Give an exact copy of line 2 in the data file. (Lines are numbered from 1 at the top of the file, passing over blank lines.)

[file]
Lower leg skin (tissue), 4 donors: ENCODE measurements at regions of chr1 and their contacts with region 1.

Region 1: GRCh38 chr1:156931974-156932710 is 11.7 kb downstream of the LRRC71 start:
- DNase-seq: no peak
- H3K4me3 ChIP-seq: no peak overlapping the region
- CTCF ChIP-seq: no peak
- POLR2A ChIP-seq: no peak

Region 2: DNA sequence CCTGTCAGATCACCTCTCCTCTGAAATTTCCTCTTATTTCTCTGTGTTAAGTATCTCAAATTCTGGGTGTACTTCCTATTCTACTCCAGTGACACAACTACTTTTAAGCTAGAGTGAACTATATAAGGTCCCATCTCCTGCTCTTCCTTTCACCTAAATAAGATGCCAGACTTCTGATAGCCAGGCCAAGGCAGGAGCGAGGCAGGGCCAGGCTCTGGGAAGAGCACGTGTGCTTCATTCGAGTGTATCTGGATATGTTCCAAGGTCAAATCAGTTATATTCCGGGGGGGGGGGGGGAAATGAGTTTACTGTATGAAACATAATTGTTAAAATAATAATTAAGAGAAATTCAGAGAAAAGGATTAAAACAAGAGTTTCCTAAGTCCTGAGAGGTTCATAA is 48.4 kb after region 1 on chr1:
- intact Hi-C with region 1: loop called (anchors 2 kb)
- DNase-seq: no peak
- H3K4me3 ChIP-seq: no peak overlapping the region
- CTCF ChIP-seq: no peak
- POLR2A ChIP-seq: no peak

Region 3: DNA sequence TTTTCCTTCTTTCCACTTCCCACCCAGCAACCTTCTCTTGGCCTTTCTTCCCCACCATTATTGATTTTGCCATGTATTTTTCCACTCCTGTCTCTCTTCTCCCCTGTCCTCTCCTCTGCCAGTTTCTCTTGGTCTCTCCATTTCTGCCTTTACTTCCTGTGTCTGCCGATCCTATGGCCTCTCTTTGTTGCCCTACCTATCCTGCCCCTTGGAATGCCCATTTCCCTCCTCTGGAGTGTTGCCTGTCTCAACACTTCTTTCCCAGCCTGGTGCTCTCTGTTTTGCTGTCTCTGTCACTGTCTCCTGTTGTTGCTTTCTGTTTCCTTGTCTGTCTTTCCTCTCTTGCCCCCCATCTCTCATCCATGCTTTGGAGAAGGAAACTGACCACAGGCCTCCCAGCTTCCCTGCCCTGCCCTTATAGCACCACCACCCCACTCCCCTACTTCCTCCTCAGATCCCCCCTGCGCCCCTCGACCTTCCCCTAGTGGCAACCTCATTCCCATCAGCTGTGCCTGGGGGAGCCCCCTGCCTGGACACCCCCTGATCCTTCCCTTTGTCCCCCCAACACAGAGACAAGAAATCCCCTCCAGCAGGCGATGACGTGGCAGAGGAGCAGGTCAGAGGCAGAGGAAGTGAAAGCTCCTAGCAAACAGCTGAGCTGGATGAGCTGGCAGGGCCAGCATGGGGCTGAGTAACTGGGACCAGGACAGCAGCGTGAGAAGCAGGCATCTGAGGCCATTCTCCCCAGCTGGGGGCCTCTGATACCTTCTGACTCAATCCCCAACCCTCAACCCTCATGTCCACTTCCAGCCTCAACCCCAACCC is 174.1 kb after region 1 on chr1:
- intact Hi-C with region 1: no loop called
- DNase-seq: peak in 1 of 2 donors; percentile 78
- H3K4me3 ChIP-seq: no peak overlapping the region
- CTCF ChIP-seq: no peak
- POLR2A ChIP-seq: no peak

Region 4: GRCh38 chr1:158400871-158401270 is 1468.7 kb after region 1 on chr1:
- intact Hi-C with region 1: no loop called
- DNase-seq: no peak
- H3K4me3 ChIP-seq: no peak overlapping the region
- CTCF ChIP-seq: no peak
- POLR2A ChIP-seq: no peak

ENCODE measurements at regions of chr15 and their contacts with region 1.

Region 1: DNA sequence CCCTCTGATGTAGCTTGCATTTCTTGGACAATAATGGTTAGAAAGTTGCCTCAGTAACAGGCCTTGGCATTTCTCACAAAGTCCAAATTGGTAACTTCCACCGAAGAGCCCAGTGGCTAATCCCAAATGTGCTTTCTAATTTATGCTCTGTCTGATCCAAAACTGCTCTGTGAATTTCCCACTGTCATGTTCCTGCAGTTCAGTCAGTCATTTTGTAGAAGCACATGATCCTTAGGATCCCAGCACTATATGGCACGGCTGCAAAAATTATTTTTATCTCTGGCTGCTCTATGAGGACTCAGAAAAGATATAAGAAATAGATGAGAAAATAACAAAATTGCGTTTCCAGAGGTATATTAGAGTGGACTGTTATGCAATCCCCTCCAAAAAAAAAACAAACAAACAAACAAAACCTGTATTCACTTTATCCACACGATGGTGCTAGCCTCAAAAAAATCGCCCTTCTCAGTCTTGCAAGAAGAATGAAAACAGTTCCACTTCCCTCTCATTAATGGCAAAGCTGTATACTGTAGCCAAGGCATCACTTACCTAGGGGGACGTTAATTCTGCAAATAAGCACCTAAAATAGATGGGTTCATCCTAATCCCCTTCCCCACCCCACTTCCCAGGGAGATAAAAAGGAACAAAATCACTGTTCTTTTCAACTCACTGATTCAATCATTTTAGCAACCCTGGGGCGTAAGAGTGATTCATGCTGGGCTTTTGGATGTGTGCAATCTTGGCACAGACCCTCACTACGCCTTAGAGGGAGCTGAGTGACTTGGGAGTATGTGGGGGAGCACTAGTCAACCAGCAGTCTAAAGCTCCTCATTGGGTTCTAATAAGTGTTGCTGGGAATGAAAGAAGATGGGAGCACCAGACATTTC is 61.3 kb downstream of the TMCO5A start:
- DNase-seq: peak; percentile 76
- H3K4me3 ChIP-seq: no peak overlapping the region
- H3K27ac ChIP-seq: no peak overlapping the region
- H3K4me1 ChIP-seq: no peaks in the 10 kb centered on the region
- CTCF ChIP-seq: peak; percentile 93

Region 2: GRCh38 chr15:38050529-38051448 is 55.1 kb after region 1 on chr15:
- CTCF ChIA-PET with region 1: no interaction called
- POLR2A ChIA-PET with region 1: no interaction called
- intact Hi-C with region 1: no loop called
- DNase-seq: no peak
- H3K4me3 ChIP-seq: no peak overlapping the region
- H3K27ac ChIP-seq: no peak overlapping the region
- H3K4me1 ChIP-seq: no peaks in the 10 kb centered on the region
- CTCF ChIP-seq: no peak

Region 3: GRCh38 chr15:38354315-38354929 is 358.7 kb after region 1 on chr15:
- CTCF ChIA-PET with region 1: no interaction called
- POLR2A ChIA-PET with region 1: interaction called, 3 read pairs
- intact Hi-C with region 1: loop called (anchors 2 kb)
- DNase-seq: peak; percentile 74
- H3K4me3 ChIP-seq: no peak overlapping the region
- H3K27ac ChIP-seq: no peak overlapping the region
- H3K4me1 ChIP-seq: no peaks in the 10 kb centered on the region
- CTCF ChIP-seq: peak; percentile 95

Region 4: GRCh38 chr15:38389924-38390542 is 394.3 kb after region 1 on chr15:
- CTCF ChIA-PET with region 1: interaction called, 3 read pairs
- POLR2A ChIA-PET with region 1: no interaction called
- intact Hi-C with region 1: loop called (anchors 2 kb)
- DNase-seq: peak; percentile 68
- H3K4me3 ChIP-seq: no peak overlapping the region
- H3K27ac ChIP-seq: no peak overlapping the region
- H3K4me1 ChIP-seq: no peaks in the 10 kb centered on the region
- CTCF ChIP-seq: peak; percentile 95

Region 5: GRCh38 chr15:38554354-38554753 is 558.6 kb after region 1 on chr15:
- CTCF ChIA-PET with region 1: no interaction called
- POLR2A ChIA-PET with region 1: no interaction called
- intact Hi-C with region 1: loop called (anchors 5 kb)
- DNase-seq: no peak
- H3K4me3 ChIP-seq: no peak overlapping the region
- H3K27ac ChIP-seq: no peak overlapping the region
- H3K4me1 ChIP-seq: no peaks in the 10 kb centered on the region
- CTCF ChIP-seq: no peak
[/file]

Region 1: GRCh38 chr1:156931974-156932710 is 11.7 kb downstream of the LRRC71 start: